For many Boomers, thinking positively about the aging process is perfectly manifested in how they approach retirement. For many, this transition from working to not working represents the start of a new life, not the entry into oldness. It’s a time that many look forward to and, not surprisingly, devote a lot of time toward planning. A big part of that planning relates to the financials, ensuring they’ll have enough money to fully enjoy a work-free life. But for some reason, they don’t spend as much time planning how to ensure they can enjoy a work-free life. That means investing in your health as much as you invest in your retirement account. Boomers have many ideas about what that work-free life will look like for them. But much of those aspirations depend on one’s ability to execute. While some aspects of health we can control, there are others we simply can’t. But the health issues that can often accompany chronological aging don’t have to contribute to feeling old if they are planned with intention. Understanding that makes it vital that planning for aging is an integral part of planning for retirement. As Boomers enter the first phase of retirement and consider where and how to live, let’s get them thinking about the later years of retirement, too. They should research their options now to age in place when the time comes. As Boomers perpetuate these positive changes, we will be at the forefront of guiding them to identify physicians, hospitals, rehab facilities, and even in-home care providers.
YEARS LONGER WHEN YOU
The reality is that today everyone wants to age successfully - without feeling old. And all of us working in this field can be a part of that success. By changing their mindset and their approach to include preparing for their elder years, they will indeed be golden!
HAVE A STRONG POSITIVE ATTITUDE TOWARD AGING THAN THOSE WITH NEGATIVE ATTITUDES
FOR ADULTS AND CHILDREN
hat’s the best life lesson your parents taught you? Maybe it was that honesty is the best policy. Or that there is an opportunity to learn from your mistakes. Or perhaps the value of adopting the practice of treating others as you would want to be treated.
current and long-term care options, we wanted to provide further insight for consumers on why the disconnect occurs. With our educational effort, our goal is to allow our aging loved ones to have the confidence to live a fuller and happier life. We worked with ASA member Anne Asman, a gerontologist at the University of Utah’s Department of Psychiatry, to dig a little deeper into the psychological factors contributing to this awareness chasm. We found that seniors possess a biological predisposition to protect their children. Thus the standard line, “I don’t want to be a burden to my kids.” At the same time, their adult children are wired to focus on the wellbeing of their own kids. They therefore seemingly only react to assist Mom and Dad in a crisis.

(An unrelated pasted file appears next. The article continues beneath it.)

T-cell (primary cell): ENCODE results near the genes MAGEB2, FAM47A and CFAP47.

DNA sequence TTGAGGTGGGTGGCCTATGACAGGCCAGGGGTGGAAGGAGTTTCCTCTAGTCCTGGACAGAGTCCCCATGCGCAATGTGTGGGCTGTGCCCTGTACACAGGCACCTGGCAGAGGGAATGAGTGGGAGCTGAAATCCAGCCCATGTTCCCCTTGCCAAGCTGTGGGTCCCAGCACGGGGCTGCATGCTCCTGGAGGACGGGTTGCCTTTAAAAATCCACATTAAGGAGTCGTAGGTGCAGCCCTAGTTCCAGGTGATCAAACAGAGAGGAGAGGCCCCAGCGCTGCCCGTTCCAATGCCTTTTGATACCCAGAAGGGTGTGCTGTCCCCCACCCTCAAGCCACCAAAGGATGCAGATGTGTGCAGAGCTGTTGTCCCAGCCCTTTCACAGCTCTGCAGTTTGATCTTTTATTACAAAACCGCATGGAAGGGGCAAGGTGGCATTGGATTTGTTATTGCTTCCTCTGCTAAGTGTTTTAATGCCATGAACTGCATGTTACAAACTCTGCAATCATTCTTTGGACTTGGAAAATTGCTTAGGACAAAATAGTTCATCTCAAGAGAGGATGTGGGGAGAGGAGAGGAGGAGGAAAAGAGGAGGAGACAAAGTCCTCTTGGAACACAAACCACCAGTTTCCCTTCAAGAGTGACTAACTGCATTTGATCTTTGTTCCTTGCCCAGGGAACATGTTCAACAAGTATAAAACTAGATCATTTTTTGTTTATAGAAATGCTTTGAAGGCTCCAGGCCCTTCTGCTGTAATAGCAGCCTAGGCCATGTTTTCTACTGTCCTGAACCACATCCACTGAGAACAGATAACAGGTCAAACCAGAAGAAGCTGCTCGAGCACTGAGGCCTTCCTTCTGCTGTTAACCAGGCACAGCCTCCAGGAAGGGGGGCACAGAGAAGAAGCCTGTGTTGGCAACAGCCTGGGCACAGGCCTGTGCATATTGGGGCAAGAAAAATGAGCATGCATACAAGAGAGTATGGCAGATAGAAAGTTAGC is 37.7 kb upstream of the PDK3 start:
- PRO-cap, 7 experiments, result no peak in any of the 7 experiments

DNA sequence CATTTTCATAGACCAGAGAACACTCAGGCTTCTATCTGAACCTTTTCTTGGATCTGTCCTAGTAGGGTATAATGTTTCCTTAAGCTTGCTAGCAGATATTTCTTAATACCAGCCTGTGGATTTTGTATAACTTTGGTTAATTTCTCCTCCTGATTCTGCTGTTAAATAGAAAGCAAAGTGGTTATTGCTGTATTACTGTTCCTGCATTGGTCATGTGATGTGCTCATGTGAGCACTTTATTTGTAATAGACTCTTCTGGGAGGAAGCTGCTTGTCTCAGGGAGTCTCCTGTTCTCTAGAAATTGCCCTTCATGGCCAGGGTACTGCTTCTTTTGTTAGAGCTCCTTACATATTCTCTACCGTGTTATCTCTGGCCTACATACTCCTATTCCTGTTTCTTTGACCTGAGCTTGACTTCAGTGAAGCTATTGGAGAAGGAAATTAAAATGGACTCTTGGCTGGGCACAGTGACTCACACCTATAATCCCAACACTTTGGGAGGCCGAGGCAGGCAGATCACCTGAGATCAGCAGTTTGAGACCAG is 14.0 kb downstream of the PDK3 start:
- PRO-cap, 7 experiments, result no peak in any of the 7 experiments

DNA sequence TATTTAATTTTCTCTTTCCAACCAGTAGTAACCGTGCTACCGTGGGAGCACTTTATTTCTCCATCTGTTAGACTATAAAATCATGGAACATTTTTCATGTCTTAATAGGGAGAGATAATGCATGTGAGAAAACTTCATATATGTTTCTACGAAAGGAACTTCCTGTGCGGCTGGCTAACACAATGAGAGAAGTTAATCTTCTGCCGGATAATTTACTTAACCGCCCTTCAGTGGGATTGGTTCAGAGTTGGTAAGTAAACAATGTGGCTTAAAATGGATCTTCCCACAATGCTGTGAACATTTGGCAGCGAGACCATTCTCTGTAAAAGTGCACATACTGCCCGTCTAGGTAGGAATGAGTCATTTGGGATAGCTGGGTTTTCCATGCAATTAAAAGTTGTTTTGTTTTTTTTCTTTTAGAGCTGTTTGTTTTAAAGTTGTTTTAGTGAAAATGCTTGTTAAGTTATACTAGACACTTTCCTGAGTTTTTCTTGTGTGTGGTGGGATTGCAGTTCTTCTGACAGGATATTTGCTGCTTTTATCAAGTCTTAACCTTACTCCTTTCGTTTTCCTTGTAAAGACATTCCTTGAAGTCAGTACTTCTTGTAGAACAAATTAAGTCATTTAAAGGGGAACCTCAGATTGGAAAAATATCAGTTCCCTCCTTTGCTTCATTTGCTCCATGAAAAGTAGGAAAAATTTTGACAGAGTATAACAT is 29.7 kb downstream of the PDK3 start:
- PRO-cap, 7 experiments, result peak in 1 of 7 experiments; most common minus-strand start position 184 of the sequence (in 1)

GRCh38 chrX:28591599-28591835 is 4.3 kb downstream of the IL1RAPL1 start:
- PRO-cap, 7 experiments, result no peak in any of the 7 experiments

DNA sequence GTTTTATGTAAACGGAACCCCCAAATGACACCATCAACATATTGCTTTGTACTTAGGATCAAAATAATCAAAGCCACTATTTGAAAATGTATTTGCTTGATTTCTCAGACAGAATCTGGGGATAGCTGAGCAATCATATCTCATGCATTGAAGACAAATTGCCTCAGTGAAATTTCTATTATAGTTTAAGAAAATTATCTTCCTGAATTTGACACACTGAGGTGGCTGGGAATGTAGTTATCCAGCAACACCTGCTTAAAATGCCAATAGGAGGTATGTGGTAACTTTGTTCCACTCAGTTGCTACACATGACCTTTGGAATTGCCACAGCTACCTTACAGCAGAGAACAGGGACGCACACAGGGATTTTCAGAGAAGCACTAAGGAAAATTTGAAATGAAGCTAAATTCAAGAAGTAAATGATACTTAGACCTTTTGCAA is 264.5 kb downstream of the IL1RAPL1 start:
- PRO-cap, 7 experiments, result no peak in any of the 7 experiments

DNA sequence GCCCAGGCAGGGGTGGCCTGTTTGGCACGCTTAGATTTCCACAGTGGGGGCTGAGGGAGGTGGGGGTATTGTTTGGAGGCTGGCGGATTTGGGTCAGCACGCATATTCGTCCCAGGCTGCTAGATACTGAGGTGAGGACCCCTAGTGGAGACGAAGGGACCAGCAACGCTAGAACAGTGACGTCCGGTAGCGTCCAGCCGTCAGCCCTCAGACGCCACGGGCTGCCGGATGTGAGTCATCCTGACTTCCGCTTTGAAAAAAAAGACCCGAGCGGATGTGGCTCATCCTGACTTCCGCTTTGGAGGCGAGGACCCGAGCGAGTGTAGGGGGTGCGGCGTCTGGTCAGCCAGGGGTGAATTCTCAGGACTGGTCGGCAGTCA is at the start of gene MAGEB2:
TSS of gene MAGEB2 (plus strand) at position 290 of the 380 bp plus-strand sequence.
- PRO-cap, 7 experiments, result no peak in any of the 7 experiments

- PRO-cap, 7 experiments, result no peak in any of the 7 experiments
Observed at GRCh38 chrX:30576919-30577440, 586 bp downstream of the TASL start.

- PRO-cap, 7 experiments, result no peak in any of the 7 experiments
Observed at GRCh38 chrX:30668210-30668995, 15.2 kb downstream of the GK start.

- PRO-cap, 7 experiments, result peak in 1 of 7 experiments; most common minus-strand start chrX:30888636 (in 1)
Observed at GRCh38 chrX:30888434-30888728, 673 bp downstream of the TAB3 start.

Typically, parents front-load life lessons early in their children’s lives. But when the children become adults, parents still maintain a desire to teach them. It’s in their parental DNA. What’s also in their parental predisposition is to protect their children from anything uncomfortable. Unfortunately, that can lead to an awareness gap – a chasm really – where aging loved ones do not share enough information about their health with their kids. At the same time, families often struggle to connect on care plans, finances, insurance coverage and other issues.
To help even further, we surveyed nearly 140 SYNERGY HomeCare clients – evenly split between senior and adult children – and gained even greater insight.
Recognizing how often our SYNERGY HomeCare franchisees and industry professionals work to facilitate constructive conversations about 12
SYNERGY HomeCare’s findings, only about 50% of respondents reported feeling well-prepared if something were to happen that would suddenly threaten their parents’ well-being.
The parental predisposition to protect
A life lesson that comes later in life
As a part of their parental instinct, older adults tend to downplay any issues with their health in an attempt to avoid becoming a burden and to protect their families from the stress of aging. But this desire often backfires. Our survey found that 40% of adult children felt a strain in their relationship with their parents when planning for their future care. Additionally, 64% of adult children who felt a strain in their relationship with their aging loved one also found it to be at least somewhat difficult to have a conversation about their parents’ future care plans.
They say that with age comes wisdom. As seniors plan for their own aging – and by many accounts they admit they started too late – they want to make sure that their children do more planning than they did. We have found that SYNERGY HomeCare clients are having these important conversations with their children – which may suggest that the coming generations of older Americans may likely be more prepared. As mentioned earlier, aging is part of a parent’s life journey and they are taking advantage of this teaching moment. It is great to see that 75% of surveyed seniors believe that their adult children/ loved ones are more prepared for their own care planning, as compared to their own experiences. At the same time, 70% of the adult children have started their own aging preparations after doing so with Mom and Dad. More than half of this group has also started to discuss these plans with their own kids.